April 23, 2003

Class Explores Meditation

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Fourth in a series on interesting courses at Cornell.

Three credits, three 50-minute classes weekly…inner peace? Not quite, but if you take ASIAN 277: Meditation in Indian Culture, you will at least be introduced to the concept of meditation.

The course, taught by Prof. Daniel Gold, asian studies, was envisioned as a class that would serve as a “survey or sampler” of meditation techniques and history.

Meditation is not exactly the staple of an Ivy League education, but students have responded well to this opportunity to expand beyond, what are for most, Western cultural boundaries.

Ravi Barr ’05, who took the course in 2002, said that “everyone is out there studying economics, and unless you’re an asian studies major, you normally don’t learn this kind of stuff.”

“If you take the class you are expected to experiment with meditation practices,” Gold said.

However, he also added that students “are graded on papers.”

Gold, who did his undergraduate studies at the University of California at Berkeley and his graduate studies at the University of Chicago, describes the class as “less conventional” than most.

That’s because at least once, maybe twice a week, part of lecture will be devoted to experimenting with a style of meditation. The course primarily focuses on Hindu and Buddhist meditation styles, which include among other techniques, breath meditation, mantra meditation-word based, simple visualizations, and philosophical meditations.

According to Gold, “these meditation styles are paired with certain aspects of cultural traditions.”

Because of this, Gold dedicates a significant part of the class to “understanding what meditation techniques are, and how they fit into cultural traditions.”

Gold mediates himself, and when asked why, he responded jokingly, “I’d like to say salvation, but I haven’t gotten it yet.”

Gold says that many students have informed him that they enjoyed meditation’s secular aspects, in that they found meditation relaxing.

The class has been taught three times in the past few years, most recently in the spring of 2002. One of the reasons Gold developed the class was a grant offered by the American Council of Learned Societies that worked to promote meditation through the classroom. Another reason that Gold claims impelled him to teach the class was the perceived level of ignorance the average person has when it comes to meditation.

“I think there is just a general lack of knowledge about [meditation],” Gold said.

The class may be “less conventional” but it does still require three to four papers, depending on how many students are enrolled.

In 2002, class enrollment swelled to 150 students. The first time it was offered, the class was in the 25-30 range. Gold said that if enrollment does not taper off they will have to start limiting enrollment because they cannot find the teaching staff to handle the class load.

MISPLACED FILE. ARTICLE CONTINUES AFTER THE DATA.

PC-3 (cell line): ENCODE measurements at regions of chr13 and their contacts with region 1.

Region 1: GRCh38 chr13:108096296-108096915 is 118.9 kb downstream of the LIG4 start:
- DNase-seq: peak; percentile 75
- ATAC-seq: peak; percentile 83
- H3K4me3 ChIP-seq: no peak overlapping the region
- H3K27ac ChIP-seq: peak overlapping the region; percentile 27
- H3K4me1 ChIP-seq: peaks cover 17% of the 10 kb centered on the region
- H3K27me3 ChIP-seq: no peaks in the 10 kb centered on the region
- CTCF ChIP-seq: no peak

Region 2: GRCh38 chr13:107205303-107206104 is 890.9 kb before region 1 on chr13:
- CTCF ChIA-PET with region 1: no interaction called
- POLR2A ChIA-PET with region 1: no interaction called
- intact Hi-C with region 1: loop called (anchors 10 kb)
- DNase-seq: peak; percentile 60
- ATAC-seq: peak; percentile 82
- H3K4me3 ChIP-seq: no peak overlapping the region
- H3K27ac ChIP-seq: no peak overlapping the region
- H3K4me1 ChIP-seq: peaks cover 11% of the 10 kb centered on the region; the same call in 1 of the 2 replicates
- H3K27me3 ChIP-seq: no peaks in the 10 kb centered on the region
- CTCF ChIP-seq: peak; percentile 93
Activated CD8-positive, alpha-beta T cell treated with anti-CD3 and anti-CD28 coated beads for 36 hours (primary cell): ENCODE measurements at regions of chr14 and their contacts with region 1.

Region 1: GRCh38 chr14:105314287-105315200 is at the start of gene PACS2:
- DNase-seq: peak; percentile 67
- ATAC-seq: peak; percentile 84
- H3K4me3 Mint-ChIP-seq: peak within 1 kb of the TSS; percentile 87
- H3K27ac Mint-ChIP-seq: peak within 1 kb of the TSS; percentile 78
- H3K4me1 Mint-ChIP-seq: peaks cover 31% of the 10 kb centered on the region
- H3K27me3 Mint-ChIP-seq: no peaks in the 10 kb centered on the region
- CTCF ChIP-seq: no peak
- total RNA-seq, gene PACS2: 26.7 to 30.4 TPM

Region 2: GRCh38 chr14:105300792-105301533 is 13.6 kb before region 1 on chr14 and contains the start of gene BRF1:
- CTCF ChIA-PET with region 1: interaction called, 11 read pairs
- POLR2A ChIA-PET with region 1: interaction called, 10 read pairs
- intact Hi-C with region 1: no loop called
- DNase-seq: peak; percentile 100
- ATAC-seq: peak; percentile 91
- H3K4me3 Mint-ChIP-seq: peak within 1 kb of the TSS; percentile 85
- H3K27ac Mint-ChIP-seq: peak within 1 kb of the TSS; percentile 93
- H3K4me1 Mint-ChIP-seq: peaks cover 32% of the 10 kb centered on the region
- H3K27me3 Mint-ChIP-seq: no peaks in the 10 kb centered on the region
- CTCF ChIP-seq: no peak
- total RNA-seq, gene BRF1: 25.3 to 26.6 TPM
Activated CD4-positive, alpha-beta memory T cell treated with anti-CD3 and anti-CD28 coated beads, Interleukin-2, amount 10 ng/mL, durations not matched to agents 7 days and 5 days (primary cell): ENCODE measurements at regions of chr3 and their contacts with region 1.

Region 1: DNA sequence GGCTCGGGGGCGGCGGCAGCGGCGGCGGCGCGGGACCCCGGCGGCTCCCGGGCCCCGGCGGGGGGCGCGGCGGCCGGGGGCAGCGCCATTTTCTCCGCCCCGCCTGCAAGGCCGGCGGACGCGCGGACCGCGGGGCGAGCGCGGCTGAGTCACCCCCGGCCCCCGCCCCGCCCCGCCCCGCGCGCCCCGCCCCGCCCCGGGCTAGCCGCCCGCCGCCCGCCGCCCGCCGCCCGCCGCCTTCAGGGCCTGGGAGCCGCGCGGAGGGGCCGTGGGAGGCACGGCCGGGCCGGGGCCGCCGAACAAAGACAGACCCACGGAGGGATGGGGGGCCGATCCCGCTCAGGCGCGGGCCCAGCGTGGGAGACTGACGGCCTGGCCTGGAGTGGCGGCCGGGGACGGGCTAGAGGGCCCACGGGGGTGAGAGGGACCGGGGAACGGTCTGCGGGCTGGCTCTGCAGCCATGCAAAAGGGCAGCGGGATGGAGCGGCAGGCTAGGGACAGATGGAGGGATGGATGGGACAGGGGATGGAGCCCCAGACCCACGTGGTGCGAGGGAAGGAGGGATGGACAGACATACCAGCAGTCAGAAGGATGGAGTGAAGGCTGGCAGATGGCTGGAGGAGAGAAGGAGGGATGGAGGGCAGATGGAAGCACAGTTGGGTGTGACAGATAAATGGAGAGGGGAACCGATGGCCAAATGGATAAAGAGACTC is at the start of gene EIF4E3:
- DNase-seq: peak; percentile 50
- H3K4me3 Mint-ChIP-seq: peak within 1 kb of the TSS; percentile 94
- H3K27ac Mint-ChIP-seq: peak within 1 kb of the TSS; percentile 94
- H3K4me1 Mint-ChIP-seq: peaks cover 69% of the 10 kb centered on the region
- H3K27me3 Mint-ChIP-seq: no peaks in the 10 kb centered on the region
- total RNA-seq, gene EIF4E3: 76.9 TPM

The class is Gold’s favorite to teach. Of this he said, “I feel that it’s special. It’s a lot of work-a lot of papers-but I feel it’s worthwhile.”

Even though class involves meditation exercises, Gold tries to maintain a certain level of academic rigor.

“I try to keep [the class] on an intellectual edge. I build it around contrasts between Hindu and Buddhist practices,” he said.

Gold said that these differences manifest themselves in the “different world views and affect the practices.”

Students generally respond well to Gold’s emphasis on contrasts.

“The cultural and religious comparisons were very interesting,” Barr said.

Prof. Gold also teaches ASIAN 347: Tantric Traditions. Tantra has garnered an interesting reputation in popular culture recently as a unique marathon style of sex. Gold’s class is by no means a sexual education class but as he explains, “sex naturally develops out of [Tantra].”

He is quick to emphasize, however, that “the majority of people who practice Tantra do not practice the sexual aspect.”

Tantra is a difficult philosophy to define, and Gold explains this is precisely why he has developed the class. Tantra is a style that pervades a number of Indian religious traditions, which preach polarity.

“This means that the cosmos are polarized, with a masculine principle of calmness and a feminine principle of power,” Gold said. “And you can’t have one without the other.”

According to Gold, these concepts of polarity, balance and the personification of power as female and calmness as male “has lead to some sexual practices.”

The Tantric course naturally overlaps with his meditation class, both dealing with, in Gold’s words, “elaborate ritual traditions.”

Gold has not taught ASIAN 347 in a couple of years and is unsure when it will return to the roster. He hopes to continue the class sometime next year, when he returns from sabbatical.

Archived article by Michael Margolis

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